Metallic Alloys 

Metallic Alloys 

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Metal has been used extensively in the manufacturing of orthopedic implants in a multitude of different forms. Multiple different materials throughout history have been tested as replacements for bone. Materials as diverse as ivory, wood, rubber, acrylic, and Bakelite have been used in the manufacture of prosthetic implants.

The extensive use in modern times of metallic alloys is related to the availability and success at the beginning of the 20th century of several different alloys made of the noble metals. Implants made from iron, cobalt, chromium, titanium, and tantalum are commonly used (see the images below). Clinical studies have demonstrated that alloys made from these metals can be used safely and effectively in the manufacturing of orthopedic implants that are left in vivo for extended periods. The mechanical, biologic, and physical properties of these materials play significant roles in the longevity of these implants.

Implants are made in three basic ways:

Alloys that provide for a long-term stable implant need to have a high level of corrosion resistance as well as certain mechanical properties (see Immune Response to Implants).

Dalury et al followed 96 patients for 5 years who had undergone total hip arthroplasty with single titanium stems. [1] The average Harris Hip score was 96 points (range, 73-100 points) at final follow-up, and radiographically, all stems were ingrown. No stem had more than 3 mm of subsidence, and there were no leg-length discrepancies greater than 5 mm. The authors concluded that the titanium stem is a versatile option for total hip arthroplasty.

Grupp et al reported their experience regarding failed modular titanium neck adapters, in combination with a titanium alloy modular short hip stem, after hip arthroplasty, as a result of fretting or corrosion. [2] They were then replaced by cobalt-chromium adapters. The authors noted that by the end of 2008, 1.4% (68 of approximately 5000) of the implanted titanium alloy neck adapters failed at an average of 2 years’ time (0.7 to 4.0 years) postoperatively.

Grupp et al concluded that failure of modular titanium alloy neck adapters can be initiated by surface micromotions due to surface contamination or highly loaded implant components. [2] In the study, according to the authors, the patients at risk were men with an average weight over 100 kg. They added that with a cobalt-chromium neck, micromotions can be reduced by a factor of 3 and the incidence of fretting corrosion substantially lowered.

An element is considered metallic if a positive charge is demonstrated on an electrolysis test. [3] This test consists of dissolving the element in acid and running a current through the solution. When such elements are fully reduced, their metallic nature is recognized and they and their alloys are called metals; when oxidized, they can serve as ceramic materials. [4]

Metals have several properties that are specific to them, including malleability, which allows the shaping of metal into implants, and ductility, which refers to the ability to draw out metal in the shape of wire and is an important property in allowing the manufacture of intramedullary rods, screws, and long stems. By combining several metallic elements together in alloys, improved properties can be achieved beyond those of a single element. The alloys used in orthopedic surgery need to have certain specific properties. Because the alloy of the implant is bathed in body fluid, a low rate of corrosion and relative inertness are imperative in the material.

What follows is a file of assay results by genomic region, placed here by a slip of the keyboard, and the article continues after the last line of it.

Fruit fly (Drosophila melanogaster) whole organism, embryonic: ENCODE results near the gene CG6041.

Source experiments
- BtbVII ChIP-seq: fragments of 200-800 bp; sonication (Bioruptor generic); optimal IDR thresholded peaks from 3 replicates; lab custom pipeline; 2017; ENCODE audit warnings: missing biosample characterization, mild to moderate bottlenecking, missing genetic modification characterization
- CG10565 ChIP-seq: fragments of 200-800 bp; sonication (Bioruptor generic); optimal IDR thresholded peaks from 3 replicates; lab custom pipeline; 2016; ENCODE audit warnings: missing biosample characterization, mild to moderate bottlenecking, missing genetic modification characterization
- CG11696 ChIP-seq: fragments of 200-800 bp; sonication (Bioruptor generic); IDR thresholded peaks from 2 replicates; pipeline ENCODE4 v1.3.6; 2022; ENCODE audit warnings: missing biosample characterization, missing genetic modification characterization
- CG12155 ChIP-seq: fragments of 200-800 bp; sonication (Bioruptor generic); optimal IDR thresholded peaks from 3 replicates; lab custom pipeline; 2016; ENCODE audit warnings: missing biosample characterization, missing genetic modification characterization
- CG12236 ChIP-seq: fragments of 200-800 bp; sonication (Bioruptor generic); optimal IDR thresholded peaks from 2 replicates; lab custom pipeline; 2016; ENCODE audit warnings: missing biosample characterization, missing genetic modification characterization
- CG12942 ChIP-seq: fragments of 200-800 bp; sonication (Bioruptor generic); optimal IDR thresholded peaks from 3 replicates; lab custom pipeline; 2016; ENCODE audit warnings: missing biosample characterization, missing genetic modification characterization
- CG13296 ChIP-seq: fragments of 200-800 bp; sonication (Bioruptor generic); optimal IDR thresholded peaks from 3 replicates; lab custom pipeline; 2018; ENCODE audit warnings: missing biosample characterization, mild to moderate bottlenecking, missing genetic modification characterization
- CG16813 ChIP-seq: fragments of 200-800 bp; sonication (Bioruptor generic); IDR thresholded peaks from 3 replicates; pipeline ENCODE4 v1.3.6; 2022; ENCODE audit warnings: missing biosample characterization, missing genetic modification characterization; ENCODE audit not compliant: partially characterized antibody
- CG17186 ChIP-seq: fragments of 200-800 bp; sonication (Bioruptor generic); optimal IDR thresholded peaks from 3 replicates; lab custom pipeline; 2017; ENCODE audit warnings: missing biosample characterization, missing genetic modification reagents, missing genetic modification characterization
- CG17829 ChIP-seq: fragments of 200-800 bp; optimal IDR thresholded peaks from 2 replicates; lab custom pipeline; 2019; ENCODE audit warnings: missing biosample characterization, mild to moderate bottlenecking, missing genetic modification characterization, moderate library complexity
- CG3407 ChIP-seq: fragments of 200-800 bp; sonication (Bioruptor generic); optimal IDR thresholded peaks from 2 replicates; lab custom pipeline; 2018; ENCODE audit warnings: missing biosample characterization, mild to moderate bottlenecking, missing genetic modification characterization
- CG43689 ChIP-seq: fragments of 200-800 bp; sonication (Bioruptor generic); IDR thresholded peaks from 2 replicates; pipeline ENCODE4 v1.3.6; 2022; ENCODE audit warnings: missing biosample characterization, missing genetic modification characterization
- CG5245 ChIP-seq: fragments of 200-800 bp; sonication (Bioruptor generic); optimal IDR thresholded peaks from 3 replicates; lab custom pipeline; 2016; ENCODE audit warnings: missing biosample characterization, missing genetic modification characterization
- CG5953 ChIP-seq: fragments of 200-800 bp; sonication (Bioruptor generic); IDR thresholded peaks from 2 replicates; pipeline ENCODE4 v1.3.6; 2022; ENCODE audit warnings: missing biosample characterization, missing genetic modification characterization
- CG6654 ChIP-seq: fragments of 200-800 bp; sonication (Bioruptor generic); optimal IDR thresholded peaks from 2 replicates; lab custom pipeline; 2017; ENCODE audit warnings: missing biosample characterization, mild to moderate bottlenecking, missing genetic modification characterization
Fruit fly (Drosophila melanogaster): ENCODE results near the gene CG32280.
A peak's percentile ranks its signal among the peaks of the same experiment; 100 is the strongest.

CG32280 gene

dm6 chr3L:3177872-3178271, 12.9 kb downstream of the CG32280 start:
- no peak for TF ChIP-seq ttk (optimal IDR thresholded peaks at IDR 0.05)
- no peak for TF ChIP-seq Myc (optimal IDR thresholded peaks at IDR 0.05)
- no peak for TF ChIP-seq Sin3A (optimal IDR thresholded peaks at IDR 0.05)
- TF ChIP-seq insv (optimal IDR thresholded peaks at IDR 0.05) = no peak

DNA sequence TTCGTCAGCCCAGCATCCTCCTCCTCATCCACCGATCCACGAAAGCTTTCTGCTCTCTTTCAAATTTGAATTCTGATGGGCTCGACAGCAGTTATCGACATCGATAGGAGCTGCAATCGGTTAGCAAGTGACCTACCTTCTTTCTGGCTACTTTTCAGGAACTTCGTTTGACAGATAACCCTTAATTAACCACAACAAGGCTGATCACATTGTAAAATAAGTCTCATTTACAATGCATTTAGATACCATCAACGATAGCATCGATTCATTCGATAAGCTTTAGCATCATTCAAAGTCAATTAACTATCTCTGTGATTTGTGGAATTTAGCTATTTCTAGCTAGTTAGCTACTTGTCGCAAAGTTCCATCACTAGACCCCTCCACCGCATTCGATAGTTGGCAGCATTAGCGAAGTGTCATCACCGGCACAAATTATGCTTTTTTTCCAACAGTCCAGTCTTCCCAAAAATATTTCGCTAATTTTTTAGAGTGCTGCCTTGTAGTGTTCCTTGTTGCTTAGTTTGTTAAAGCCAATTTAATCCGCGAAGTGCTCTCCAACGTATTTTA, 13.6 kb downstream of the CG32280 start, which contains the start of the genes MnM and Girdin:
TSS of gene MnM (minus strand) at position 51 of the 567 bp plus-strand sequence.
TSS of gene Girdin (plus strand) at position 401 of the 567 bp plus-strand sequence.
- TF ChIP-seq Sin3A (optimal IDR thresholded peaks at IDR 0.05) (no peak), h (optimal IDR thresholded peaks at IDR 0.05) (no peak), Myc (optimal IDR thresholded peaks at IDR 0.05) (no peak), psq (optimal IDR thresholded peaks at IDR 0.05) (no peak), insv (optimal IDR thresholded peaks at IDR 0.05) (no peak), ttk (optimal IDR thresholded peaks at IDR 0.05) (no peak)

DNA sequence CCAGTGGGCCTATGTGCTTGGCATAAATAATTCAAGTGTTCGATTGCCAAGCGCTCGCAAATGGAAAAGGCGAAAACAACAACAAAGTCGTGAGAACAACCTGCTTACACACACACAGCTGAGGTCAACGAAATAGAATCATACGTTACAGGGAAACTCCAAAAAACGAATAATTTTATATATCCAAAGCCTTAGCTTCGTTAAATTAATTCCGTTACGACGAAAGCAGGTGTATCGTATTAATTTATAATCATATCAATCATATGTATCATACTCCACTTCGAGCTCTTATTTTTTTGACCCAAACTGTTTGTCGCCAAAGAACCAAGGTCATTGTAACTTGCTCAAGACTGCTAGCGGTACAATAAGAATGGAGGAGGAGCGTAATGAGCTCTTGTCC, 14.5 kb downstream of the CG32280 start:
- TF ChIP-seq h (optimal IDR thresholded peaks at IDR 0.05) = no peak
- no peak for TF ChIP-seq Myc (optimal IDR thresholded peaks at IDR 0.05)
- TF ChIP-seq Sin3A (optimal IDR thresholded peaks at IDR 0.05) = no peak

All metallic alloys have a modulus of elasticity significantly higher than that of bone. This mechanical incompatibility causes implants to be structurally stiffer than bones. Alloys with elastic moduli closer to bone may cause less stress shielding.

Different metals can form a battery effect when in solution in the body. The galvanic series provides electrochemical comparisons that allow prediction of corrosion between two different metals when they are in physical contact in saline solution. [5] Galvanic corrosion occurs if stainless steel surgical wire is wrapped over a cobalt- or titanium-based alloy femoral component or if a cobalt-chromium femoral head is placed on a titanium alloy femoral stem, so this metal mismatch is not recommended. Cobalt- and titanium-based alloy components may be used in contact with each other, and stainless steel components, such as sutures, may be used with either if actual physical contact is avoided.

The introduction of steel plates for fracture treatment is credited to Sherman. [6] Surgical stainless steel alloys (316L) made with varying amounts of iron, chromium, and nickel are presently used in the manufacture of prostheses. The low carbon (L) in surgical stainless steel diminishes corrosion and decreases adverse tissue responses and metal allergies. Although many implants are still manufactured from this excellent material, its use is currently relegated mainly to plates, screws, and intramedullary devices that are not meant to be weightbearing for an extended period. Fatigue failure and relatively high corrosion rates make it a poor candidate for the manufacture of modern joint replacement implants. [7]

Chromium-containing iron (and cobalt base) alloys have a chromium oxide–based surface that is a result of passivation or oxidation of the surface. The chromium oxide forms a very thin invisible shield that provides resistance to biodegradation. Because this oxide layer slowly dissolves in vivo, these alloys have a relatively high rate of corrosion. This is evident as a propensity toward both fretting and crevice corrosion, which limits the possibility for biologic fixation or for the manufacture of modular implants.

Venable and Stuck discovered the battery effects of metals in the body through their testing of the electrolytic effects of various metals on surrounding tissue and bone. [3] These tests demonstrated the low level of corrosion of the cobalt-based alloy vitallium.